Tam Ka Man, Kaman, G2 Studio 2012, CUHK
Li Chong Yan, Tommy, G2 Studio 2012, CUHK
Tan Ka Wai, Amy, G2 Studio 2012, CUHK
Wong Xue, Silver, G2 Studio 2012, CUHK
Au, Yan Ting, Eunice, G2 Studio 2013, CUHK
Cheung, Hiu Hei Jonny, G2 Studio 2013, CUHK
Chu, Kwan Nok, Benjamin, G2 Studio 2013, CUHK
Wong, Shu Wan Jocelyn, G2 Studio 2013, CUHK
Chan Chi Meng, Michael, G2 Studio 2013, CUHK
Cheng Chi Ying, Shirley, G2 Studio 2013, CUHK
Tsang Wai Ching, Billy, G2 Studio 2013, CUHK
Yung Long Ming, Michey, G2 Studio 2013, CUHK
(Union Square Precedent Study, Group Work CUHK G2 Studio 2012-2013)
Searching for the link between urban design and architectural agenda:
Yutaka Yano from SKY YUTAKA, Adjunct Assistant Professor at School of Architecture, The Chinese University of Hong Kong will present the Faculty Lecture as part of workshop between School of Architecture CUHK and TU-Delft from Netherland on the morning of April 4th at the CUHK School of Architecture exhibition zones.
Yutaka will discuss his reflections on Hong Kong planning framework and challenges faced by architects working in the city today. He will also share some of student’s works from the last semester, G2 Design Studio “Projecting the Future of Integrated Development Building Typologies in Hong Kong”, the design research work which tried to establish link between urban planning issues and the architectural agenda.
(Union Square Precedent Study, Group Work CUHK G2 Studio 2012-2013)
Learning from emerging architectural principles:
If role of architects is to act as constructive intermediary in society between the stake holders who actively change the built environment and the inhabitant, what should today’s architects aim be? In other words what are the key architectural principles that are applied to generate city of today and future?
Hong Kong’s majority of populations evolves around both residential and commercial environment that are constructed by powerful developers, who have been closely working alongside the government’s regulatory land supply policy introduced in 1960’s and in response to acute demographic changes in the past 50 years; Hong Kong population grew from less than 2 million to over 7.5 million between 1960 – 2010 mostly as result of migration from the mainland and the private sectors have been actively working with the government to meet the demands. Another dominant element is social housing estate also regulated by the government; currently about 3.2 million people lives in social housing estate managed by the housing authority, about 46% of Hong Kong’s population (as of 2012). With virtually no small scale private housing development opportunities, architecture principles in this city is often driven by the tremendous power of capitalism. However Hong Kong like any other city is constantly evolving; with various changes expected such as increased demands in quality of built environment by the people of Hong Kong, or need for diversification of development method to deal with regeneration of the old city fabric and ageing demography, are there emerging new architectural principles that can suitably be applied to meet the future conditions of Hong Kong?
School of Architecture, CUHK Japan Summer Trip 2013 organised by Yutaka Yano from SKY-YUTAKA, will visit and study selected list of buildings in Japan, which are built in different times and years spanning across a half century from 1960’s to the present day when the country has experienced profound changes in its cultural, social and economical framework. Japan, one of Asia’s most industrialised nation has been actively urbanising its land and the economy has experienced various changes in the last 50 years; After the Second World War, the country experienced highly successful economical development during 1960-1980, dubbed Japan post-war economic miracle, until the economic bubble in 1980’s with devastating economic crash in 1990’s followed by years of economical stagnation, slow recovery and another set back caused by the natural disaster in 11th March 2011. During these times, Japanese people’s outlook on their city and their reflection about its built environment has changed progressively; in another words, new modern architectural principles in Japan have been reflecting the changes in cultural, social and economical frameworks of their environment.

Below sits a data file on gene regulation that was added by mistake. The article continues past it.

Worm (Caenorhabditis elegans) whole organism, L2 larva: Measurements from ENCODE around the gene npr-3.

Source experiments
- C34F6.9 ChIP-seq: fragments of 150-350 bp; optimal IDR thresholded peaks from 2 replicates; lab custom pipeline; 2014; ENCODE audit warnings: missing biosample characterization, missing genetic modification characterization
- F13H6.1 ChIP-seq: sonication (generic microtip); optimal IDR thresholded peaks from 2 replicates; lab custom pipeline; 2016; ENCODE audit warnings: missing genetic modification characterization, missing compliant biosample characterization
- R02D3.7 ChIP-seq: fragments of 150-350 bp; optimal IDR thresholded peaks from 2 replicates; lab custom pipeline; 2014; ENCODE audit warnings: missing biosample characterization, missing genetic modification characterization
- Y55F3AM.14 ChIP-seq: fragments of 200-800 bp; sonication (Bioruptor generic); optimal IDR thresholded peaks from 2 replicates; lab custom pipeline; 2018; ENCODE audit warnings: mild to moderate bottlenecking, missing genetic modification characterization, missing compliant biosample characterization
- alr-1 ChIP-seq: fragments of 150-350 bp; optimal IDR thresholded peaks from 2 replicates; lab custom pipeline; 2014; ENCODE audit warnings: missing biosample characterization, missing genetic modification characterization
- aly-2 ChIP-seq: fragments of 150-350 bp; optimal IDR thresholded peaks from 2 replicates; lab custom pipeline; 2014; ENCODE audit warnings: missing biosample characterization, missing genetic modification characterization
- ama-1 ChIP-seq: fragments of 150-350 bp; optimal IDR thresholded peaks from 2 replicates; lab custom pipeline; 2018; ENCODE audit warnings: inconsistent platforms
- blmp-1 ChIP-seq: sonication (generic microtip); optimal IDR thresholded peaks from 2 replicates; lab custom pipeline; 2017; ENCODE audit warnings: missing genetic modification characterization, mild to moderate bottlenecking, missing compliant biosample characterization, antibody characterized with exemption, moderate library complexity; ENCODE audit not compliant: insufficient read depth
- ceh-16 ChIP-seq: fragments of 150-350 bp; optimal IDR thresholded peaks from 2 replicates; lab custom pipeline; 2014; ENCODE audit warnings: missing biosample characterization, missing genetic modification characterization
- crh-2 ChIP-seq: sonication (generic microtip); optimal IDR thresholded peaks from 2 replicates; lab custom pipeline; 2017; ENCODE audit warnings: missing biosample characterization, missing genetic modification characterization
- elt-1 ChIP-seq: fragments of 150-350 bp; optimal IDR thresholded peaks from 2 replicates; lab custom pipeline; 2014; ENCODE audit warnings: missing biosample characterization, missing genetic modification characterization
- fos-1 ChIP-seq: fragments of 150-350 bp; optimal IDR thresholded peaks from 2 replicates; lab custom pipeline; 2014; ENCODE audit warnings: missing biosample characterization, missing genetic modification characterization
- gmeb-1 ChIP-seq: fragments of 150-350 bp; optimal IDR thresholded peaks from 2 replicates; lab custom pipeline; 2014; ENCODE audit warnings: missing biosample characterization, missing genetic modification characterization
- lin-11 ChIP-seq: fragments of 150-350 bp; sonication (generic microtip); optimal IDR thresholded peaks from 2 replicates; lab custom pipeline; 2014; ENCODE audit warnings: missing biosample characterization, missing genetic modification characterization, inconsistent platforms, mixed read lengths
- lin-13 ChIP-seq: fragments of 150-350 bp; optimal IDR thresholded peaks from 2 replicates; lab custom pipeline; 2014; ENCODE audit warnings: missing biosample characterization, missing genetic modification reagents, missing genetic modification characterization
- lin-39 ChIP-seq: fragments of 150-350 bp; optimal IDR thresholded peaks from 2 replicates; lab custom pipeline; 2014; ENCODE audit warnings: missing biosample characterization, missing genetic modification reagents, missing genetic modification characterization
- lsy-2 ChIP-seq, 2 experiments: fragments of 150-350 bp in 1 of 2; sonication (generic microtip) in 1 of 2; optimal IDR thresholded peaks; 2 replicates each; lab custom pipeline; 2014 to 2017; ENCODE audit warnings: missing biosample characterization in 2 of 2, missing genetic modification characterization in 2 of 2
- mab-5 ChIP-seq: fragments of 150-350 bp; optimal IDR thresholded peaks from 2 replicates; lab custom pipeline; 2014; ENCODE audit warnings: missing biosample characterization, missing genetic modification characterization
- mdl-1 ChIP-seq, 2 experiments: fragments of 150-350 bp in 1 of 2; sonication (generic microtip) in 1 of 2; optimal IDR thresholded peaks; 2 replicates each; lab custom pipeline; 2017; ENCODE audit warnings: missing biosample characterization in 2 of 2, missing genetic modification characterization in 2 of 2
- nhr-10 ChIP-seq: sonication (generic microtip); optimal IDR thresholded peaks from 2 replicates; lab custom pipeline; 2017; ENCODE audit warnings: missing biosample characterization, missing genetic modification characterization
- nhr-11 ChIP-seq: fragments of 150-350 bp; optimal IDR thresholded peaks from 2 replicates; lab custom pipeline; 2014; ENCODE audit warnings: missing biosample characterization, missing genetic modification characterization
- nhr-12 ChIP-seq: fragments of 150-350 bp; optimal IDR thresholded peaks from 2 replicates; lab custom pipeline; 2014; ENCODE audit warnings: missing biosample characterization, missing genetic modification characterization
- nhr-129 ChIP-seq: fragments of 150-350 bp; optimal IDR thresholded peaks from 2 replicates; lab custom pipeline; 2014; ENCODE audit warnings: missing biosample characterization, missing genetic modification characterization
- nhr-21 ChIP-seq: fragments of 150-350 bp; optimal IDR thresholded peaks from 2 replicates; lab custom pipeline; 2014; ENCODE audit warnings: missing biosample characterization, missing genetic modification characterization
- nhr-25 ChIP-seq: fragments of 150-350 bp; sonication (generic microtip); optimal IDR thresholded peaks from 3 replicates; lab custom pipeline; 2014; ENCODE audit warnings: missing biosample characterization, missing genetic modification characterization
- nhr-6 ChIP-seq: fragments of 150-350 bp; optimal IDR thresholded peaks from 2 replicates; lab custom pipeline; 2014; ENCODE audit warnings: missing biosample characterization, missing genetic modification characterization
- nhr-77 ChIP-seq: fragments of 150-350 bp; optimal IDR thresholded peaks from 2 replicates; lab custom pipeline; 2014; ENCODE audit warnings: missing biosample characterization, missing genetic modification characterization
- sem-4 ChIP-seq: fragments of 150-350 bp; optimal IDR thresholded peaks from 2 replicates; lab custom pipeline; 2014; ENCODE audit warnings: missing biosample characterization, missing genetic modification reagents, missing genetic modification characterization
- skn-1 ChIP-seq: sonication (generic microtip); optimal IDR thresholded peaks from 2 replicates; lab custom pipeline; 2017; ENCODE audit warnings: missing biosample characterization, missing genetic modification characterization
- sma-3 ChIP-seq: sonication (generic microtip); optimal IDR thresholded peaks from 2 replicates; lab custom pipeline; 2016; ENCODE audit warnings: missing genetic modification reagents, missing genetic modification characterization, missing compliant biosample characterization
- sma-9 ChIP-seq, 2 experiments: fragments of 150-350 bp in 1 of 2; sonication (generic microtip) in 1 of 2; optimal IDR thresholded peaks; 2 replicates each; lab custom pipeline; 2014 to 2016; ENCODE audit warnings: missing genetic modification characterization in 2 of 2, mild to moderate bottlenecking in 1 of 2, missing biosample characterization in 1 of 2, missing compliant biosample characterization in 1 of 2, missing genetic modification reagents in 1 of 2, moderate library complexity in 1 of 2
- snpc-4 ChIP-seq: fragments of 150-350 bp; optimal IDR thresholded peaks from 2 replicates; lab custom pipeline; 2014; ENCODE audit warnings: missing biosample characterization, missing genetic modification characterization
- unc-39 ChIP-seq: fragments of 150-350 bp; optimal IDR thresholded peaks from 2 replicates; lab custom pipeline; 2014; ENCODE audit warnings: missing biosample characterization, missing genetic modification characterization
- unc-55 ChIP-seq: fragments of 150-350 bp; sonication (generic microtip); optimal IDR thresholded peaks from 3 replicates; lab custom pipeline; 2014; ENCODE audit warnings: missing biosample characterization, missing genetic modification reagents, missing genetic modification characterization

In the modern history of Architecture, rise of Metabolism in 1960’s World Design Conference in Tokyo, a visionally 20th century modern architecture movement for future cities depicted by a group of young Japanese architects led by Kenzo Tange can be said to reflect the optimistic outlook at that time when the country’s economic development were gaining its momentum. Yet following Osaka Expo 70, which is considered to be optimised realisation of these future cities, the Metabolism movement lost its momentum and the ideas and dreams of cities constructed from advanced technology and industrialised society were never fulfilled. The next generations of Japanese architects including Toyo Ito and Tadao Ando, no longer focusing on utopian visions of future cities but, started to focus on architecture as radical criticism of society at that time and criticism of cities created by 20th century modern architecture movement; The Row House in Sumiyoshi (1976), Tadao Ando’s debut work has courtyard that occupies a third of the small site in order to be able to look up to the sky in condensed urban downtown of Osaka questions the value of human dwelling and coexistence with nature, which is in stark contrast to industrialised future vision depicted by the Metabolism movement. Silver Hut (1984), private dwelling house in the suburb of central Tokyo designed by Toyo Ito, is sometimes described by the architect as Primitive Hut, a notion of house with minimal spatial function to promote primitive way of living in the modern age. It is again in stark contrast to the time when the house was built, during the era of bubble economy, when excessive and over speculation was ripe in Tokyo. It is interesting to note, after almost decade of pursuing new architectural design to find an alternative to 20th century architectural movement of geometrical grids covered with curtain walls, Toyo Ito seems to return to the question of primitive house once again with the project “House for All”, a communal space building project for people affected by 11th March 2011 devastating earthquake and tsunami; here Toyo Ito also question the status quo of modern architects, which he feels, have often neglect the social responsibility of designing buildings for its people. Thomas Daniell in his book, “After the Crash – Architecture in Post-Bubble Japan” discuss how architectural design after the post-bubble, especially the public buildings, have become subject to extreme scrutiny; with public project funds drying up, excessive design can no longer be afforded and required. Coupled with increased awareness and understanding towards human ecology, our built environment and need for architecture to coexists with nature seems to be taking centre stage in the recent modern architectural debate.